We also will be changing to G6 after this new transmitter and will definitely have some extra sensors hence the testing on the husband :slight_smile:

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I used to test my ex-girlfriend a bunch, since she had some vague health symptoms and wanted to rule out (pre-)diabetes, and she was normally pretty tightly in the 80-100 range, but once she was 185 following a super high carb meal. That completely freaked her out, despite subsequent perfectly normal readings, which is when I stopped agreeing to check her blood sugar anymore, heh.


Hey @TiaG, how did you get my sensors?!?


This happened with my daughter. Almost always between 80-110, but I got a 190 from her a few weeks ago (checked because she had ketones in urine), and it freaked me out. Haven’t seen anything above 105 since, so I’m thinking/hoping it was just a random thing.

This paper looks very interesting on so many levels, great find, thanks for posting @TiaG

I identify with this completely! When I adhered to< 30 g daily like Bernstein, my BG was within 80-140 most of the time, but it was SO restrictive. On the other hand, when I eat a higher carb diet, the BG numbers are not as good.

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Yup, I agree with you. I am struggling with this. Although, in my case, I feel more relaxed and happy as I eat higher carb; but when I test and see the BG numbers 2+ hours later -->Then I’m not so relaxed. Does anyone else feel this way? Every BG number is like a “grade”. My reaction to >140, is not good; Less than 140, good.

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I think your post meal expectations are a bit too tight. How about < 140 Feels great, 141 - 200 good, >200 less than good, >300 holy crap I did something wrong.

Thank you for the encouragement.

I do struggle with this. Specifically, my expectations. Based on what you wrote, about 95% of the time, I am in the “good” region, less than 200, when I eat relaxed, high carb. It is an entirely emotional “reaction” that I judge/grade myself. I think I can benefit from learning how to be more relaxed; which is very difficult for me. Allow me to explain. I would love to be able to feel that below 200, I’m doing ok. On the other hand, we all know that diabetes is a slow, progressing condition. Therefore, I am not relaxed because i “worry” about the BG numbers and the potential long term health consequences/complications. Does this make sense?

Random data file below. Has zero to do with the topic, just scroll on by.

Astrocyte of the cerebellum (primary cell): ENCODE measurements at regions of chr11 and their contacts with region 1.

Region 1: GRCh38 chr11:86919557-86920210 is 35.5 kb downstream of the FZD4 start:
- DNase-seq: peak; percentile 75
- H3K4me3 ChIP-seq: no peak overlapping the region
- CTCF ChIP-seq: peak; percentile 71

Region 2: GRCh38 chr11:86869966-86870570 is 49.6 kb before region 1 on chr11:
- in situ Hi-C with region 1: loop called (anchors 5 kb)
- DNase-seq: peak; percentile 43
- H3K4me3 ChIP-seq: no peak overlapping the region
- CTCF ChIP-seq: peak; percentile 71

I’m trying to be a conscientious diabetic. In doing so, I am experiencing disappointments and stress.

That is exactly why I think you need to loosen your expectations! If you look back to our near past that many of our members who were diagnosed prior to the late 90’s experienced, your expectations would not be easily possible, and yet many of them who surely never had a consistent stable BG below 140 are doing just fine. It is only with the advent of the modern insulin tools and tech that we are even able to have a conversation like this. So I personally think you need to give yourself a break from the expectations and loosen your goals just a bit so you have a reasonable chance of being able to maintain your control while eating a healthy and varied diet. It should also have the effect of reducing your stress which is an important goal in and of itself.


I wish I could give you a million “LIKES” for this compassionate post. :heart_eyes: :heart:


Thank you @Chris . Agreed. For now, I need to focus simply on good, better, or maybe not bad. On FUD I read about many who are able to correct a high and land at 100 or 90 and the dialogue that goes on in my head is - gee, why can’t I do that? Maybe perhaps I will check at 2 hours and 3 hours to get a sense of the direction and correct for good, not perfection.


The only way we learned how to land the highs so effectively is with a CGM, when we didn’t have such a device, we couldn’t gauge when to eat the carbs to land the high and so it would only be luck if we were successful. With the CGM landing a high is much much easier because you can see the drop, figure out when your are going to cross your threshold (100 for us) and time the carbs to try and roll that out into a flat landing.